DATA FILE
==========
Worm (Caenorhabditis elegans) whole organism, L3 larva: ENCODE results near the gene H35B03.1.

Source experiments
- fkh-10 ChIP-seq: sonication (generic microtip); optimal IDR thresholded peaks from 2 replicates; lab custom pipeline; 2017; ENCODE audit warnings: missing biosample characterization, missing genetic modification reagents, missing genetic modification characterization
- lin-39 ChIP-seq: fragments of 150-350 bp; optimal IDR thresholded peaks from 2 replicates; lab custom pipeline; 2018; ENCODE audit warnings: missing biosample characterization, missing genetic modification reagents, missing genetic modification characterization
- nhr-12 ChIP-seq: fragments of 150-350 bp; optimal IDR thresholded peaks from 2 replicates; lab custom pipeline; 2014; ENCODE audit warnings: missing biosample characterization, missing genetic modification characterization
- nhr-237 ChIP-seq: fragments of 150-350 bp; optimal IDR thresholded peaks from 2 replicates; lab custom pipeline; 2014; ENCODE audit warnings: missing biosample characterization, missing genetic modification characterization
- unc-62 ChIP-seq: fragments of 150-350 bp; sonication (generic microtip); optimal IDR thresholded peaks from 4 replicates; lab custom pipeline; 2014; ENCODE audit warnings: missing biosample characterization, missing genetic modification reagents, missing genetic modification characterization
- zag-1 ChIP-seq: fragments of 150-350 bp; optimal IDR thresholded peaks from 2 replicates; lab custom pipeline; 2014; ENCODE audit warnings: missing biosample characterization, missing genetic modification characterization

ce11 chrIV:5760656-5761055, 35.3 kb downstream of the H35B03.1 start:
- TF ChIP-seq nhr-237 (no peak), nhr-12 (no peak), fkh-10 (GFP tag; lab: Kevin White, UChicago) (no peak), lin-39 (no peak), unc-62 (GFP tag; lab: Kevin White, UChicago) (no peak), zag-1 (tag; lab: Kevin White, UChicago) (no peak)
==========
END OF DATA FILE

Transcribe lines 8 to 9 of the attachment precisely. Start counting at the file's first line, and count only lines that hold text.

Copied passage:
- zag-1 ChIP-seq: fragments of 150-350 bp; optimal IDR thresholded peaks from 2 replicates; lab custom pipeline; 2014; ENCODE audit warnings: missing biosample characterization, missing genetic modification characterization

ce11 chrIV:5760656-5761055, 35.3 kb downstream of the H35B03.1 start: